SOUTH HILLS – I think we all understand the challenges of living in the NL Central: the St. Louis Cardinals have become the New England Patriots of baseball – they can seemingly plug in player after player and keep producing 90-plus win seasons. The Cubs are perhaps better positioned than any team in baseball with a young, talented, cost-controlled lineup that could perhaps boast of the most power in the NL beginning next season. The Cubs also have the resources to continue to improve their starting staff and bullpen.
So we understand even though the Pirates are coming off a 98-win season and much of their core remains intact for the next several years … the 2016 outlook isn’t as immediately optimistic and sun-shiny as one would expect.
But perhaps we are seeing a philosophy play out in the NLCS that could help the Pirates over-take the Cubs and Cardinals in coming years, and the good news for the Pirates is they already have some of the pieces.
The good-pitching-beats-good-hitting maxim has played out in the Met-Cubs series through two games with good young pitching (Matt Harvey and Noah Syndergaard) mostly handling good young hitting (Kris Bryant, etc)
Can Tyler Glasnow become Western Pa.’s Syndergaard? (AP photo)
But didn’t a good young pitcher lose to the Cubs in the wild-card game in Gerrit Cole?
That’s true. But what is also true is that Cole was not at the top of his game that night, and that unlike Matt Harvey, Cole does not have a changeup he trusts. Harvey’s changeup was a different maker against the Cubs. He was more unpredictable than Cole because he had more weapons. That’s the next step for Cole, or a next step. To get a better feel for another pitch, ideally a changeup, that has opposite movement compared to his slider and a different velocity.
What’s true is that to date the Cubs decision to spend premium picks on bats in the draft appears to be working out much better than the Pirates’ historic commitment to high school arms in the 2009-11 drafts, when the Pirates spent $25.6 million in bonuses to those arms. The Pirates have yet to have a single prep arm from those drafts reach the majors while Bryant, Javier Baez and Kyle Schwarber are making an impact for the Cubs.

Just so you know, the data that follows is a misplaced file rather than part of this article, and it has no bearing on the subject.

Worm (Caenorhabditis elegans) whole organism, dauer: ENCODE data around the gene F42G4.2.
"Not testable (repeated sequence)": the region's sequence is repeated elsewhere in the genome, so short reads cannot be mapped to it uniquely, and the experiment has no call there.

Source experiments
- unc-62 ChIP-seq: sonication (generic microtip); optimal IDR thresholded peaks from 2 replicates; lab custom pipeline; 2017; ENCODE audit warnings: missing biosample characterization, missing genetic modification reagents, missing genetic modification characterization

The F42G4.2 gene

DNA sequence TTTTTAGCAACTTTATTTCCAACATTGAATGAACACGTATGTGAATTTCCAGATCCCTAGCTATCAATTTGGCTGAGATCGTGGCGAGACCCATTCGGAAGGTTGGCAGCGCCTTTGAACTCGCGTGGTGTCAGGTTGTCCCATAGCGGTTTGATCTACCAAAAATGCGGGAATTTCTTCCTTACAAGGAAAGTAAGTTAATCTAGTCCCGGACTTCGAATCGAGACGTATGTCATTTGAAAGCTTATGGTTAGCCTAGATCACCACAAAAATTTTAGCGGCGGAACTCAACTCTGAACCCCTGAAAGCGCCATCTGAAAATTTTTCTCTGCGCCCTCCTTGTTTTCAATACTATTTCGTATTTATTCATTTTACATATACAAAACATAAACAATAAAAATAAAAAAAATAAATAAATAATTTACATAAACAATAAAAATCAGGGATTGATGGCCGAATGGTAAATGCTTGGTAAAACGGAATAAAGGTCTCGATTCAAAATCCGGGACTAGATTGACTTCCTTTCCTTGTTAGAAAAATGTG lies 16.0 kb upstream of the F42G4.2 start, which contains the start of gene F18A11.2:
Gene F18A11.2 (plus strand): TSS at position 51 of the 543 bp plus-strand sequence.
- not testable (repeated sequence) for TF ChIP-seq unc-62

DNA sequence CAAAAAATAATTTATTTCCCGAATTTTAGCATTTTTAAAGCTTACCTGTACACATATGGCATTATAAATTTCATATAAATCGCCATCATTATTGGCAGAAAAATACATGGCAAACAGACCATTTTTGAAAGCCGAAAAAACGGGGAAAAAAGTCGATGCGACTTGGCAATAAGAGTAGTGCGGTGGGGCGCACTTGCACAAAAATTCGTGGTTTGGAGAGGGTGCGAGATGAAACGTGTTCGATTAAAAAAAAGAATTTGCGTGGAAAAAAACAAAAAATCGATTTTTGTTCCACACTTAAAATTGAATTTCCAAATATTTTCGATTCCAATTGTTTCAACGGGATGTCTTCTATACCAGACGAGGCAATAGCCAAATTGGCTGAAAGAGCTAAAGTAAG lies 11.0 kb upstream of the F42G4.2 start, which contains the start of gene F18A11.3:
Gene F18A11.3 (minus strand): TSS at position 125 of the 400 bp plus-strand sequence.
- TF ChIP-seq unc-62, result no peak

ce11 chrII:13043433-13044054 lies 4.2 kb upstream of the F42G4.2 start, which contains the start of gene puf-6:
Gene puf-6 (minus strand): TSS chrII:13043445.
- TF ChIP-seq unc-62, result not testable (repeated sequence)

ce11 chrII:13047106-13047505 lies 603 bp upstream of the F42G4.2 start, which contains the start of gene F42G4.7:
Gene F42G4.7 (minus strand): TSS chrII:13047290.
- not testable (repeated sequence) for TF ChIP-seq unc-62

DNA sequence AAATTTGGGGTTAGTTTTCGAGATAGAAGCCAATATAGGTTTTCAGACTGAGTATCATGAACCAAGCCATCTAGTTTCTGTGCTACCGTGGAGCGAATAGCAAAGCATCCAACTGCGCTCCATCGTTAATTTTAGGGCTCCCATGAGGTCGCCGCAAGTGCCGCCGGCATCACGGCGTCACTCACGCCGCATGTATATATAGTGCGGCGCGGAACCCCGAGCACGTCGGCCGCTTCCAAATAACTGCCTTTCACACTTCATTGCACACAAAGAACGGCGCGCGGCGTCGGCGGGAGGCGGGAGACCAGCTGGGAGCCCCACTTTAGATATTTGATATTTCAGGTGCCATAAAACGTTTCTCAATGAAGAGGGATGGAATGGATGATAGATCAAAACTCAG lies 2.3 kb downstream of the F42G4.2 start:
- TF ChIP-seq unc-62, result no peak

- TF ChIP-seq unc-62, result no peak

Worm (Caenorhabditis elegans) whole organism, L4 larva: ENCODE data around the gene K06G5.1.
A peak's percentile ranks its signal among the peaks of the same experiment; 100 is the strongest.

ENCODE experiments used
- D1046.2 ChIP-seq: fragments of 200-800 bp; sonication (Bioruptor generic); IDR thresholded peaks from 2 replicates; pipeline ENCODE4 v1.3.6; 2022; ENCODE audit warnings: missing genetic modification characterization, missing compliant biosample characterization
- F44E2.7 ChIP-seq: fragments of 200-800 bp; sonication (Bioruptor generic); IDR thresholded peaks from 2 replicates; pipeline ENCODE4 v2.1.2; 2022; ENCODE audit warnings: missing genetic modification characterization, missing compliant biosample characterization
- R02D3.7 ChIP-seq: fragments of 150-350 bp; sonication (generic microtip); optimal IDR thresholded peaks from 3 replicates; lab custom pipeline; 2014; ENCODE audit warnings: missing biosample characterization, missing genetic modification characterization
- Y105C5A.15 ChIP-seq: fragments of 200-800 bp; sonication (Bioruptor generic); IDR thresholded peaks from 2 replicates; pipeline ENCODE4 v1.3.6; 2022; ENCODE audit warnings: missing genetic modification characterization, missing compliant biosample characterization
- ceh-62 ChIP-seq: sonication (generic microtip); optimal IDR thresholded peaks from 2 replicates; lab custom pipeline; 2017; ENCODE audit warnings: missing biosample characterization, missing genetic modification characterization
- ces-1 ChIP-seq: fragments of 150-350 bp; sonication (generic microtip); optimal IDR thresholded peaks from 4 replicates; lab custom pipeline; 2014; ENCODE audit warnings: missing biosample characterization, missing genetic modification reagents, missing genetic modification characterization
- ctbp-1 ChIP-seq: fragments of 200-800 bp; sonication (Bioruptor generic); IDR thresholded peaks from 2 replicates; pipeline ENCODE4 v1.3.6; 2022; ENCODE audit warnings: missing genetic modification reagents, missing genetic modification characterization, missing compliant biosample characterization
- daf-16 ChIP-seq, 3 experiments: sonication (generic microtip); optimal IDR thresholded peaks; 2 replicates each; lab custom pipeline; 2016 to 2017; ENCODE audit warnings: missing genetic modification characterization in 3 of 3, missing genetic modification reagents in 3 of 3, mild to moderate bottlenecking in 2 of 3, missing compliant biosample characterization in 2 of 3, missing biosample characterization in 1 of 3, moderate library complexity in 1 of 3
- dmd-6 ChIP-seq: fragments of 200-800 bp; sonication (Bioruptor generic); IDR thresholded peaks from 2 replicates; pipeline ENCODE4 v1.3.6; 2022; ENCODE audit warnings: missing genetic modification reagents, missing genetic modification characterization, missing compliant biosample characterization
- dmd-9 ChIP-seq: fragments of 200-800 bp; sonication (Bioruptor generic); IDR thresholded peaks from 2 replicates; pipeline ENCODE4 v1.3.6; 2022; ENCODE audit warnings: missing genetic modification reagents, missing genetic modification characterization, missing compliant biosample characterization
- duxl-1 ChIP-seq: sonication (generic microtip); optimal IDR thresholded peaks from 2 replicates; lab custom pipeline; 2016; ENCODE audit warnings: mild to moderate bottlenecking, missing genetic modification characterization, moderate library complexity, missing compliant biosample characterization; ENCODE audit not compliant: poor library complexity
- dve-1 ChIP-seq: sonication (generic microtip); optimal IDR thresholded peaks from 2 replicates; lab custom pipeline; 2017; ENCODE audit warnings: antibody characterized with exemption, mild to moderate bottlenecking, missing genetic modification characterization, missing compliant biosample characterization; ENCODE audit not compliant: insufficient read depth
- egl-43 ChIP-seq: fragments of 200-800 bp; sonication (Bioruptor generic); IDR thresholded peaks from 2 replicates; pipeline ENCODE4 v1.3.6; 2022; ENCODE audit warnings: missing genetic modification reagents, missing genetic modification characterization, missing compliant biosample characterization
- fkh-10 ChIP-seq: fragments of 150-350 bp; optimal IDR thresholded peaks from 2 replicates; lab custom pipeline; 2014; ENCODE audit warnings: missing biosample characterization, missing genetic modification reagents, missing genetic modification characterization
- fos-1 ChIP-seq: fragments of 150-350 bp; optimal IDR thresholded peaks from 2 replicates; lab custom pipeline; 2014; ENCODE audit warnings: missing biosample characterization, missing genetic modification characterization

Moreover of the Pirates’ first-round selections in the 2010-12 drafts, second, first and eight overall picks, all were right-handed pitchers and only one has pitched for the Pirates.
That’s the mostly bad news.
The good news?
If Cole can stay healthy the adjustments he made in 2015 suggest he could make the next leap from very, very good to elite in 2016. He wants to be good. He’s curious and will put the work in.
Tyler Glasnow should make an impact and perhaps as early as June. He ranked just five spots (No. 16) behind Syndergaard (No. 11) in Baseball America’s top 100 prospects last spring. He rose to No. 7 in the midseason rankings. You cannot teach Glasnow’s combination of extension and velocity.
Syndergaard’s minor league career:
456 IP, 3.16 ERA, 1.21 WHIP, 10.0 K/9, 2.6 BB/9
383 IP, 2.07 ERA, 1.06 WHIP, 11.7 k/9, 4.2 BB/9
Glasnow was a significantly more dominant milb pitcher than Syndergaard, Glasnow’s fastball is a truly special pitch, but his command must improve.
Maybe, Glasnow can be the 2016 Syndergaard, maybe Cole can take another step forward, maybe Stephen Tarpley can be Steven Matz, and maybe Jameson Taillon can get back on track.
Taillon is probably not a factor at the major league level in next year but don’t forget this is a special arm that some scouts preferred to Cole in 2014 spring training, in part because he has a better breaking ball.